Thank you--you have thought about this and see the difficulty. Your second paragraph is ripe with issues if I understand it. eg--You are with a friend and because you feel it's important to impress her with your "generosity" you give a beggar who belongs to a group you despise ( a racial group member, a religious group member, etc.) $50. Your friend is impressed. The beggar, who otherwise you'd never give a penny, jumps with joy and say, "God bless you. I can pay the mechanic for my car and take that job I have been offered. OR---

You give a $1 bills to a beggar as you pull out of Walmart. It gives you a nice warm feeling inside so you do it every time as you pull out and you get the warm feeling. Then one beggar takes your bill but complains at the small amount."I want more," he says.. Look at that car you drive." You don't get the warm feeling and although you keep giving $1 to others you don't give anything to the beggar who complained.
Is giving to others for the purpose of getting your warm feeling inside an expression of love?
Is not giving to someone because you think they are ungrateful consistent with loving or should you give anyway to those who abuse you?
I think the issue is, does your motive for doing an act that helps someone have any bearing on whether it constitutes and act of love?
chan26,


#8

[quote="cheezey, post:6, topic:324590"]
Bert wrote that?!! Really??!!!! He had quite the unusual and distinct sound....
Will link to this love query ASAP....

Nice, lego my eggo.

[/quote]

Very nice
Help me here if you would, is "Doing the best" for someone doing what you think is the best or what they think is the best?

(I know there are situations where someone wants to do something so destructive, dangerous etc, that you would not support their choice but there are many more less dramatic situations. e.g., "Son, you either go to college or I'm not giving you a dime." Son wants to go to Argentina to accept a job offer to work as a gaucho but he needs airfare." etc etc.
chan26


#9

[quote="Monte_RCMS, post:4, topic:324590"]

The finding of acceptable substitutes is easier in Italian, Latin, Greek, etc. They love people and like things.

And there are different kinds of love.

[/quote]

Exactly. When everything gets translated into "love," you definitely have a precision problem with that language.


#10

[quote="ProVobis, post:9, topic:324590"]
Exactly. When everything gets translated into "love," you definitely have a precision problem with that language.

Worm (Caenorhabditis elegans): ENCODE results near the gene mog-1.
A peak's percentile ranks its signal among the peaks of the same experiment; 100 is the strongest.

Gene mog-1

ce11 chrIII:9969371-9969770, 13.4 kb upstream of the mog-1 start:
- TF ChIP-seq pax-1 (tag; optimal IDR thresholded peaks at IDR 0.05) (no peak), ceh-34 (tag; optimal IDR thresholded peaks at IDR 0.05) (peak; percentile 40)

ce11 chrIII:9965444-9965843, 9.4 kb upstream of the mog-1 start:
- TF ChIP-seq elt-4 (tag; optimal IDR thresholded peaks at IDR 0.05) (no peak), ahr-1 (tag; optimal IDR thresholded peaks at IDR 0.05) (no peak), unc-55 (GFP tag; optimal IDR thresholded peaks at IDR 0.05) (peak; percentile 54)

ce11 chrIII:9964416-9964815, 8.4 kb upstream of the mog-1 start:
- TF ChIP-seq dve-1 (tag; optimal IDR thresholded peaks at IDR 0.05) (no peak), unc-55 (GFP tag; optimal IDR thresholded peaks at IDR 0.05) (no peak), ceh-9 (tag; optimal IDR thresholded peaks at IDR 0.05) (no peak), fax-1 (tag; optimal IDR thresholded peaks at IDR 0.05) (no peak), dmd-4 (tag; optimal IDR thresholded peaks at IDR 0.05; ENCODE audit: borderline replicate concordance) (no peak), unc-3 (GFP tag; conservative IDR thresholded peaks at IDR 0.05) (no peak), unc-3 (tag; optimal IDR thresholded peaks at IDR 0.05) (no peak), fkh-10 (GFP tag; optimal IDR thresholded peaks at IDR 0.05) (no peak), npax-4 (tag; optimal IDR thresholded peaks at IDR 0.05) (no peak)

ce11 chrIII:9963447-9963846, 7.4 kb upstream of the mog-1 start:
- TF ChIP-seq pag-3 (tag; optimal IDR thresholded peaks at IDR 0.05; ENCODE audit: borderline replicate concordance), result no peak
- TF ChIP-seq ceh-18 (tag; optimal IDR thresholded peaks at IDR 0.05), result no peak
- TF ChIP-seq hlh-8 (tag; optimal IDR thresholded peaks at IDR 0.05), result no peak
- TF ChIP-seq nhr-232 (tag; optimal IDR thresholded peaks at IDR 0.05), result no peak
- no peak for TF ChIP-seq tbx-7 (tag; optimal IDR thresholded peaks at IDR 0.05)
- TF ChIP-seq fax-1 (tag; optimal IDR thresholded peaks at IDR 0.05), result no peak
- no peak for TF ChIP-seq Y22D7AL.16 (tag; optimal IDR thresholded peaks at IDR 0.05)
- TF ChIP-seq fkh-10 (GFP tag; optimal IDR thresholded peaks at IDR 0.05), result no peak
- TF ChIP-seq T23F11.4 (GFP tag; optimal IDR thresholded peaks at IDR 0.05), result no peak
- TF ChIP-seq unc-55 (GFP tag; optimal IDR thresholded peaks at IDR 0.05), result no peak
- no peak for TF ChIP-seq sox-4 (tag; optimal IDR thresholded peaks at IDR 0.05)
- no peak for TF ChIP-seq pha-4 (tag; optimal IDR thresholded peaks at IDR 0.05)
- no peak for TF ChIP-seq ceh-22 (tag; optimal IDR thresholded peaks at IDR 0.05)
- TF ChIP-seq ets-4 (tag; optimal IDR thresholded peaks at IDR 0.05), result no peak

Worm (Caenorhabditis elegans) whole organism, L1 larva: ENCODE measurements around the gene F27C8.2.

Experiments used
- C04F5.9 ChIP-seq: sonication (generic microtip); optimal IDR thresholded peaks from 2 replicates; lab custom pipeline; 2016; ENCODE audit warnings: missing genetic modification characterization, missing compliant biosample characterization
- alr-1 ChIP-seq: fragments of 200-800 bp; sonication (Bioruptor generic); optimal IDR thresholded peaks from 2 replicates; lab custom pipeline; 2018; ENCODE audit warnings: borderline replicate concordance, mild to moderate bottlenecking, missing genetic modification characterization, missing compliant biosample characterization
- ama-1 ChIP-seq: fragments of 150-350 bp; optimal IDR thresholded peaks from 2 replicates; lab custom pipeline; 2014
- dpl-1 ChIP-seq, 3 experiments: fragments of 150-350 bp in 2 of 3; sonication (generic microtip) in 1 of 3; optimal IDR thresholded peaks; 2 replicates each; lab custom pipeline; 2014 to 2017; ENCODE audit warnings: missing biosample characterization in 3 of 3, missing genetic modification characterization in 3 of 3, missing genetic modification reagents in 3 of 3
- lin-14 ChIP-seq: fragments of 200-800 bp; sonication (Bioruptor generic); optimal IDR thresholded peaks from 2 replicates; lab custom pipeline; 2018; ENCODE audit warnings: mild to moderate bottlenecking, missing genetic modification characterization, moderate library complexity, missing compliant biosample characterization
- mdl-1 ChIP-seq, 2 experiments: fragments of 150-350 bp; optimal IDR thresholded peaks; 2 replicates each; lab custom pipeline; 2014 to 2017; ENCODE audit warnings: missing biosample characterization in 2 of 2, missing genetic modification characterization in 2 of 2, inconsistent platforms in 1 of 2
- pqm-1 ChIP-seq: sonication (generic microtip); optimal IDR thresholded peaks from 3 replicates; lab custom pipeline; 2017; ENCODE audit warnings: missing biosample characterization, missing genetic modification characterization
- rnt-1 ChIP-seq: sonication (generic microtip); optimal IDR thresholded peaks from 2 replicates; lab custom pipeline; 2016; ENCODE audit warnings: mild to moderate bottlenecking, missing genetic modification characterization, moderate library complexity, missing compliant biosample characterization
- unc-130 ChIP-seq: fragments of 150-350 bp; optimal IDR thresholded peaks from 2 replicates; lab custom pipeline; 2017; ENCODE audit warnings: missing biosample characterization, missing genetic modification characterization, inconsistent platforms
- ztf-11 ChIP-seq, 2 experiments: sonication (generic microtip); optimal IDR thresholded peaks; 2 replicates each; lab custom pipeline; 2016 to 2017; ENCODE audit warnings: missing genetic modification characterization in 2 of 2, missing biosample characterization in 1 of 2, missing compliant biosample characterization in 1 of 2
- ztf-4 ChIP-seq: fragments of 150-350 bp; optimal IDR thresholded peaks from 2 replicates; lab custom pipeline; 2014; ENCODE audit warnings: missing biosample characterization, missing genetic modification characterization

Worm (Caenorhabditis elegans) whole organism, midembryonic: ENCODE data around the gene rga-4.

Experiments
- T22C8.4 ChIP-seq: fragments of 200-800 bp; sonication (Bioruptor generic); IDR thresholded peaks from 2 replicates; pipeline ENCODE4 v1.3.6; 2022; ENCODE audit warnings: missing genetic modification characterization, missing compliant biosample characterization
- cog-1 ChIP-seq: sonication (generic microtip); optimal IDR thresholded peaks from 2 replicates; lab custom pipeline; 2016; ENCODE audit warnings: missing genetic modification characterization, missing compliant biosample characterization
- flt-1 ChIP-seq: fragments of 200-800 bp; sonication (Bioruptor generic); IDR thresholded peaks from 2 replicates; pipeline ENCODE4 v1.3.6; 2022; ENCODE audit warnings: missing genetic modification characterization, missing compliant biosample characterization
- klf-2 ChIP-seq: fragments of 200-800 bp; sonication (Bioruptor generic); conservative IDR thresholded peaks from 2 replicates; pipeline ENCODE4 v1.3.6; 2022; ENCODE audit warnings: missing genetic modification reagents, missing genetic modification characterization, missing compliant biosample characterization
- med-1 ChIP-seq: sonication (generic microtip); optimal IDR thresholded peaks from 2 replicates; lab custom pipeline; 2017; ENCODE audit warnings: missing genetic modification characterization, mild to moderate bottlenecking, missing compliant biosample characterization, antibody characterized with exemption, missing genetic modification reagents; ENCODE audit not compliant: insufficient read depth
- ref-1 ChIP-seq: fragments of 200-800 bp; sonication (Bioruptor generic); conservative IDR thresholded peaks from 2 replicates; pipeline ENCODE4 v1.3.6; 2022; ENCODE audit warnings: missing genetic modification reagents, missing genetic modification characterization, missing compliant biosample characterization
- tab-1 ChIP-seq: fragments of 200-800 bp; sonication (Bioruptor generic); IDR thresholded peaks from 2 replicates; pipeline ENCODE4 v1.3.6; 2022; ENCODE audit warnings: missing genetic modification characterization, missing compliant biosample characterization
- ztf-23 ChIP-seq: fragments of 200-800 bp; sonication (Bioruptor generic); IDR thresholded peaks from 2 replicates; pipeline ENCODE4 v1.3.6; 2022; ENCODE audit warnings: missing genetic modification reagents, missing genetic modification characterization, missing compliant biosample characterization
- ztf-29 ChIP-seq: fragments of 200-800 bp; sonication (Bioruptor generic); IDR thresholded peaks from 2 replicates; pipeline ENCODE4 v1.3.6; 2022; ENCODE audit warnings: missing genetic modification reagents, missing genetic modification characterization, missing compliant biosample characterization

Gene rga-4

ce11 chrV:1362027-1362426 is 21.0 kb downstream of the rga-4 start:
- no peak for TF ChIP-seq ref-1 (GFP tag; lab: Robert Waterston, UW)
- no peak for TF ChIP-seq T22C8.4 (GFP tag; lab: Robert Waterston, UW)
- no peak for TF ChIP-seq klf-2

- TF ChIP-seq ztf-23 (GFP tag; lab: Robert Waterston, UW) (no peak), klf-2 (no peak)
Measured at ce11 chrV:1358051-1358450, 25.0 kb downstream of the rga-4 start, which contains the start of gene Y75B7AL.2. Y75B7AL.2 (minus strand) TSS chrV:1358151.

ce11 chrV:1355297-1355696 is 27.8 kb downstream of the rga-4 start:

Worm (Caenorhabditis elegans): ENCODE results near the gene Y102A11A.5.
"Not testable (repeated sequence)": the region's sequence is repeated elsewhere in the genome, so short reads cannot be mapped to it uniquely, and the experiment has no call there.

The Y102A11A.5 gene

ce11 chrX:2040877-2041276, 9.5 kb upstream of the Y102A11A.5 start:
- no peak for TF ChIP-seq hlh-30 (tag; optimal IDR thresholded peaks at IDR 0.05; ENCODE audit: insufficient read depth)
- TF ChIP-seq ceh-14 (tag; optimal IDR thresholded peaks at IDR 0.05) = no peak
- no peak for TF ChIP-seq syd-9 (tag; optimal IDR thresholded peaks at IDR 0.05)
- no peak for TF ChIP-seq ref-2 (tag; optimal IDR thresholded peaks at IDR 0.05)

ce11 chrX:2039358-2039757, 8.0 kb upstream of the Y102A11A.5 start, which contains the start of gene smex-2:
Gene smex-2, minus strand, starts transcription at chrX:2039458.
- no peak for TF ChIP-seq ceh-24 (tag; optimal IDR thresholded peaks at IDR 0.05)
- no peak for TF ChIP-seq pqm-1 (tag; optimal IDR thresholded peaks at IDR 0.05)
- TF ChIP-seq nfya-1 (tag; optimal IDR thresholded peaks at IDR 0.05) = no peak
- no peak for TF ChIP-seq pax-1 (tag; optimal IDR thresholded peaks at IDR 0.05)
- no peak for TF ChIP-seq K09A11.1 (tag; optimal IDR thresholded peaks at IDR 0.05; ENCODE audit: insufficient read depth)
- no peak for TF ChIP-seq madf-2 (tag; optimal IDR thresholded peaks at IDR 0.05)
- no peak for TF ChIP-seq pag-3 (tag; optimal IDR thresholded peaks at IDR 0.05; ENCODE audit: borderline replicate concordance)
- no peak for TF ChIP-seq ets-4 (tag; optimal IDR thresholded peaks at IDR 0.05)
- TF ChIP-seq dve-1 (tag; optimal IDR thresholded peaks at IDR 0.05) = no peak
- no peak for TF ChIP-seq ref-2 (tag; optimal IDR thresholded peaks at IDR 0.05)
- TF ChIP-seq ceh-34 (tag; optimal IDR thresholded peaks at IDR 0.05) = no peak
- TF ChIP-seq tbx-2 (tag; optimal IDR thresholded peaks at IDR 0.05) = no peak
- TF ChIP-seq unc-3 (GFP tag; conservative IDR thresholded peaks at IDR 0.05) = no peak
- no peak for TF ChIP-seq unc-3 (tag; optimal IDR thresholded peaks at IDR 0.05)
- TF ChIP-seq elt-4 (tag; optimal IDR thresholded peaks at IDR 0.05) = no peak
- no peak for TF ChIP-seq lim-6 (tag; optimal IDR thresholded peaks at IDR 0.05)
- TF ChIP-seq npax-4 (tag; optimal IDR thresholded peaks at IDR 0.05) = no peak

[/quote]

Years ago a car company "America loves baseball, apple pie, puppy dogs and Chevrolet" commercial


#11

[quote="LegoGE1947, post:10, topic:324590"]
Years ago a car company "America loves baseball, apple pie, puppy dogs and Chevrolet" commercial

[/quote]

Who is this America character anyway? And which one will he marry? :)


#12

[quote="LegoGE1947, post:10, topic:324590"]
Years ago a car company "America loves baseball, apple pie, puppy dogs and Chevrolet" commercial

[/quote]

"they go together, in the good Ol' USA, Baseball and hot dogs, Apple pie and Chevrolet..."


#13

[quote="cheezey, post:12, topic:324590"]
"they go together, in the good Ol' USA, Baseball and hot dogs, Apple pie and Chevrolet..."

[/quote]

That commercial dates back, I think, to the early to mid 1970s. I'm really feeling ancient now!:shrug:


#14

[quote="LegoGE1947, post:13, topic:324590"]
That commercial dates back, I think, to the early to mid 1970s. I'm really feeling ancient now!:shrug:

[/quote]

eh? what did you say, sonny? I can't hear you....eh?


#15

[quote="cheezey, post:14, topic:324590"]
eh? what did you say, sonny? I can't hear you....eh?

[/quote]

Need to change batteries in your hearing aid...eh?


#16

[quote="LegoGE1947, post:15, topic:324590"]
Need to change batteries in your hearing aid...eh?

[/quote]

what?


#17

How about this....

Love is wanting the best for the "other", for their benefit, not mine.
Love has nothing to do with feelings. Love is a choice, an act of the mind, not the heart.

We love our friends, "loved ones", and even enemies by wanting the "best" for them - which is defined as what Christ also thinks is best for us. We don't need to like our enemies, or our in-laws :rolleyes: but we do need to love them by wanting what is best for them.

As an opportunity for repentence, Jesus asked Peter 3 times if he loved him. He used a different word for love each time. The last time, the word for love implied giving up everything, including your life, for someone you love. Indeed, this is what Jesus did for us, and he asks us to do it too.

All love involves sacrifice. The ultimate love involves sacrifice of all that we have.


#18

[quote="cheezey, post:12, topic:324590"]
"they go together, in the good Ol' USA, Baseball and hot dogs, Apple pie and Chevrolet..."

[/quote]

steroids, additives, alar and governmentmotors


#19

four words for love in Greek:

en.wikipedia.org/wiki/Greek_words_for_love


#20

Chan:
of course motive matters, but usually our motives are rather mixed. I might do something out of "love" because I know I should and also because it makes me look good in their eyes. I might tithe for love of God and the tax writeoff!

We can't really know sometimes how pure our love is for someone. Until we can't stand them but keep fulfilling our duty toward them even though its the last thing we want to do.

Sometimes saying no is love, too. You're right. Padre Pio admonished a woman severely because she was so permissive with her children the grew up poorly and went to Hell! So sometimes its hard to administer that type of love too.

You cannot love well without wisdom and sacrifice.